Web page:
Weekly Crop Commentary - 7/29/2022

Jul 29, 2022


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Lou Baughman
Grain Merchandiser, Kenton (Region 1)

Weather fear put a bounce in the market this week. Forecasts are calling for excessive heat in the next six to ten days but watch for updated weather Sunday night…if the heat lessens, the market will pull back. There is also the Inflation Reduction Act the government is trying to implement. This is adding support to the markets today. If passed, this could put 500 million dollars into the biofuel infrastructure product market expansion. 

Haylee VanScoy
Grain Merchandiser, Upper Sandusky (Region 2)

Grain markets made a recovery this week, as hot and dry weather continues to creep back into the forecast for the coming weeks. The EU is also experiencing warmer temps, further leading to concerns with their wheat and corn crops. There’s not a lot of room for error, as concerns with yield loss could lead to significant impacts on carryout numbers. Stay tuned for next week’s private yield surveys to start coming out.
 
Corn and beans saw lower than expected drops on their good/excellent ratings in this past Monday’s crop conditions to start the week, and then beans proceeded to lead the rally with the help of stronger crude oil and global veg oil markets. Wheat has backed off slightly today with the wrap up of the Wheat Quality Council’s spring wheat tour in North Dakota and Minnesota. The average yield came in at 49.1 bpa, which is the highest we’ve seen since 2015.
 
In terms of world news, skepticism has grown regarding last Friday’s agreement to allow a safe corridor for Ukrainian exports. Russia lacks commitment as they’ve continued to bomb ports. Tensions are rising between China and the US as President Biden’s call with the Chinese president appears to not have been as productive as hoped yesterday and China remains insistent on the reunification of Taiwan. 
 
On Wednesday, the Fed announced their expected 75 basis pt rate hike this past Wednesday. We also saw a second consecutive quarter of negative GDP, which by definition indicates that we are in a recession now.

Corn basis continues to hold its strength this past week, however beans have been on a steady decline as processor bids have backed off significantly the last 2 weeks. If you still have old crop to price, I highly recommend taking advantage of this late summer rally and having targets in. Old crop corn was just shy of $7 on its highs today and beans over $15.50. I would anticipate the first time we see a shift in the forecast for rain or cooler temps, we’ll see a sizable selloff again. As for new crop, continue evaluating where you’re at on your percent sold and determine whether you need to be adding to your sales. New crop corn approached $6 today and beans were over $14.30 for Upper Sandusky. Don’t hesitate to reach out if you have any questions. Hope you all have a great weekend!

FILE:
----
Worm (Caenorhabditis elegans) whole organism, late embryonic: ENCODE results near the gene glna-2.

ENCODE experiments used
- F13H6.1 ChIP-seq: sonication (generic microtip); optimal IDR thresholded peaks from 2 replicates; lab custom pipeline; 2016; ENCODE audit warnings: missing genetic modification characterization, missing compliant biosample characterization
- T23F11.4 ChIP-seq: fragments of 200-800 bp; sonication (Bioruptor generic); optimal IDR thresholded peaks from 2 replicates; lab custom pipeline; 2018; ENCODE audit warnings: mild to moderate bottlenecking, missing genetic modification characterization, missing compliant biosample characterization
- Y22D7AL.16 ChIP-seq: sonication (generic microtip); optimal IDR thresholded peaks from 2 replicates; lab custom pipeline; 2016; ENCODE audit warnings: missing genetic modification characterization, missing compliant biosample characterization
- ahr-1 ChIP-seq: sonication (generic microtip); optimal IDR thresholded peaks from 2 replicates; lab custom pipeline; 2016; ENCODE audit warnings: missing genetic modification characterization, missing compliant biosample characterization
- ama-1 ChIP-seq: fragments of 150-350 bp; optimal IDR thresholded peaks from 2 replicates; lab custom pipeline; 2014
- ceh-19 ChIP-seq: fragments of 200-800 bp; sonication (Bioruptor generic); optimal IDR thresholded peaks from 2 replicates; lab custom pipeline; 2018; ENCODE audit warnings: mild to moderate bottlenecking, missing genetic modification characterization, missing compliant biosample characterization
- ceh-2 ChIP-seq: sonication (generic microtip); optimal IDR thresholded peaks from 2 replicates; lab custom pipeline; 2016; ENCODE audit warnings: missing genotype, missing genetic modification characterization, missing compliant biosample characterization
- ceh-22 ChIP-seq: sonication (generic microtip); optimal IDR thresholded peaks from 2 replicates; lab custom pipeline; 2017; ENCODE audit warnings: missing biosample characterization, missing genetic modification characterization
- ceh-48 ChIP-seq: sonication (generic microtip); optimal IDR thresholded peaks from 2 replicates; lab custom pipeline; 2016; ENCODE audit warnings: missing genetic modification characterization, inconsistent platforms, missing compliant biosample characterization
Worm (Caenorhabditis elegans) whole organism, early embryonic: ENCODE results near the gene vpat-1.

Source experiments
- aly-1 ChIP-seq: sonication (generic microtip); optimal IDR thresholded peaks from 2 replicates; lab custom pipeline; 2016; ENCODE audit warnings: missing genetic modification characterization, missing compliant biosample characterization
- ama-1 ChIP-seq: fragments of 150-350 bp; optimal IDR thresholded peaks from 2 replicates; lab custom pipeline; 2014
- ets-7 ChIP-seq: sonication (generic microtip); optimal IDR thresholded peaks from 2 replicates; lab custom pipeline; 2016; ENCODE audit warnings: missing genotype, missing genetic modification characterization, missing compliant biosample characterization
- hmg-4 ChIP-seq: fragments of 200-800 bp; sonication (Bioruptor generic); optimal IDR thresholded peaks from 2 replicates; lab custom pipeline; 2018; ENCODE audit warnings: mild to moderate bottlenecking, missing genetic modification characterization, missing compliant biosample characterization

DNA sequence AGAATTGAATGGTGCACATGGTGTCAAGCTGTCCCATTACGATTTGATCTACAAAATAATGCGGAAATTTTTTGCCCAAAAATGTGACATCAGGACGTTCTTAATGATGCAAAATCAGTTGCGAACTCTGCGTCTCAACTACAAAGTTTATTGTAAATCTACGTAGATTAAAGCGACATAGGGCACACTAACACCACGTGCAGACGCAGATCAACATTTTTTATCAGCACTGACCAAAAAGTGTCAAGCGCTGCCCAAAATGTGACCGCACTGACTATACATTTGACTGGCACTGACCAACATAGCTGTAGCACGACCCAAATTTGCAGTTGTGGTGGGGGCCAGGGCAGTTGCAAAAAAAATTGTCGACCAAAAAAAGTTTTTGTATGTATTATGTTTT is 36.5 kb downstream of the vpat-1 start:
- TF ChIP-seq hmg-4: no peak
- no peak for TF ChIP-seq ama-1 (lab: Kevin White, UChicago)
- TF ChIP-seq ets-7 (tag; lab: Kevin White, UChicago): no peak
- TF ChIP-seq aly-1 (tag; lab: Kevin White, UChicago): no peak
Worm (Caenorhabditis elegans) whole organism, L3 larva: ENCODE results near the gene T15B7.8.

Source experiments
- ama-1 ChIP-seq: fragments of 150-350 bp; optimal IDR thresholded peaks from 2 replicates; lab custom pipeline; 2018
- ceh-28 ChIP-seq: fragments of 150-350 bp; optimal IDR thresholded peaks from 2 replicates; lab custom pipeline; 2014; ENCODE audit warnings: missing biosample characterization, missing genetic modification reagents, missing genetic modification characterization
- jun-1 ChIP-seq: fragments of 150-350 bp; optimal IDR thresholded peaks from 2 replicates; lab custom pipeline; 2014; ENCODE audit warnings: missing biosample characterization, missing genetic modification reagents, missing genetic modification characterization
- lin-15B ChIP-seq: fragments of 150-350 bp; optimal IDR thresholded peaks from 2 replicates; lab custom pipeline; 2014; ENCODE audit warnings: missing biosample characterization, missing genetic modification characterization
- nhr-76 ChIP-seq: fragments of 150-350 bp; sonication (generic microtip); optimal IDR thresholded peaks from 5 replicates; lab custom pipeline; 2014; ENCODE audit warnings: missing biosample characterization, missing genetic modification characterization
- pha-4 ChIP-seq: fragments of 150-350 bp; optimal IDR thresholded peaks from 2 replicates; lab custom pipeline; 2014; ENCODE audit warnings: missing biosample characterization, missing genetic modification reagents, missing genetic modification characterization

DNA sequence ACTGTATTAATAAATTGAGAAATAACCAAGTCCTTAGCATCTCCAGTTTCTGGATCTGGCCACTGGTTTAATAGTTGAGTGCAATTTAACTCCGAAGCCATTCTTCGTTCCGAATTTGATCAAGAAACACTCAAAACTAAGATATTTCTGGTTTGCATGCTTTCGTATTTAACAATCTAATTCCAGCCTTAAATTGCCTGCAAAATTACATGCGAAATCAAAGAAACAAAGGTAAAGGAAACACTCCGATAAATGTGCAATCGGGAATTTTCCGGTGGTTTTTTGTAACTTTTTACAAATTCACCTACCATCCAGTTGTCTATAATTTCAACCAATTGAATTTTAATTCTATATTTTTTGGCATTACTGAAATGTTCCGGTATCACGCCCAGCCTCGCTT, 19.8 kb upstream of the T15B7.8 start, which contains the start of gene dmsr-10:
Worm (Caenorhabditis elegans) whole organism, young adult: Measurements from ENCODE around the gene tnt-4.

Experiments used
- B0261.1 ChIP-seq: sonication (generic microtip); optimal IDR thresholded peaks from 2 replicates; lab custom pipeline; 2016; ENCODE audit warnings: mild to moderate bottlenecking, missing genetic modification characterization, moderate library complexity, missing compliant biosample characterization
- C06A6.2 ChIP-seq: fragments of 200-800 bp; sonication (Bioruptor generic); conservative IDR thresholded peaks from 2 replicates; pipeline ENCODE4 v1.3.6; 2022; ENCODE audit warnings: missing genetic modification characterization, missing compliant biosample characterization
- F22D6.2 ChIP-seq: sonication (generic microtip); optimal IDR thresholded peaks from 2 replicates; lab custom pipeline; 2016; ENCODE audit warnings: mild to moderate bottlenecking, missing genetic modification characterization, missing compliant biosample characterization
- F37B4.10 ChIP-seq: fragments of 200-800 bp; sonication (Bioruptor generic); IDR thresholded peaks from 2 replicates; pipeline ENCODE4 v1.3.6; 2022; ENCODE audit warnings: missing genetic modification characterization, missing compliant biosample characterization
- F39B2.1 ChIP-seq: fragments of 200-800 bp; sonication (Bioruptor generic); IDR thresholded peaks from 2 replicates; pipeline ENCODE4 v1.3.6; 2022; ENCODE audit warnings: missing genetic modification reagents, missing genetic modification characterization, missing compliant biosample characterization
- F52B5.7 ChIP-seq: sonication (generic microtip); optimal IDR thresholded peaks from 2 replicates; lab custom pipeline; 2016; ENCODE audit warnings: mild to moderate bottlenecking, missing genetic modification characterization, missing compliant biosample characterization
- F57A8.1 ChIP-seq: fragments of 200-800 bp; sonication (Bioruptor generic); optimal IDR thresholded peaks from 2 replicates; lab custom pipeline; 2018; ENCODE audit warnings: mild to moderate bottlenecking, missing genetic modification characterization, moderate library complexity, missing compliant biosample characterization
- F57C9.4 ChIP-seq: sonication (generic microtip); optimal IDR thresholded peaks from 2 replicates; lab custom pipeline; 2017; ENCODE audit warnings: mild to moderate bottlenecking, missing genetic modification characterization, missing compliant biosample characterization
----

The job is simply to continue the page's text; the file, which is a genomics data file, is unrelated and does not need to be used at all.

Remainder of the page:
Lisa Warne
Grain Origination, Mechanicsburg (Region 3)

What a rally we have seen this week! With twenty minutes before the market close, it seems traders are beginning to take some end-of-month profits as wheat has turned negative, corn trading both sides of unchanged, and while soybeans are still positive, they are well off their session highs. For the week though, corn and wheat are up roughly 50 cents from last Friday and soybean futures are up about $1.40 a bushel. Extremely hot and dry forecasts for the next few weeks in the Western Corn Belt are putting yield potential at risk, especially for soybeans. Crop condition ratings also declined more than expected on Monday’s report. Extended weather forecasts released over the weekend will determine how the market session opens Sunday night. Have a great weekend!

Steve Bricher
Grain Operation Manager, Urbana (Region 3)

Another week is in the books. County fair season is in full swing. The grain markets are doing their best to find support and a reason to work higher.

Since we closed last Friday, we are over 70 cents higher on December corn and over $1.30 higher on November soybeans. Why the rally? We have not yet seen any bushels get shipped out of the port in Ukraine. The weather forecast for the next couple of weeks, if it comes to fruition, is not going to be good for the crops. We cannot afford a large reduction in this crop as carryouts for 2023 were already tight. If you have been getting rain and your crops look good, you are welcoming the rally, not so much if you are drying out. 

Old crop basis, especially on soybeans, has been working lower. As I wrote a couple of weeks ago, the processors only need to buy enough beans to get themselves to harvest and with a $1.30 inversion they don’t want a lot of expensive beans sitting in the bins when harvest starts.  Old crop corn basis seems to be holding for now but the same thing will be true for that as we move forward. 

You will need to keep an eye on the weather forecast over the next couple of weeks. If the weather forecasters are correct and we turn hot and dry across the Midwest, it may give you a chance to make new sales at much better price levels than you were seeing just a few weeks ago.

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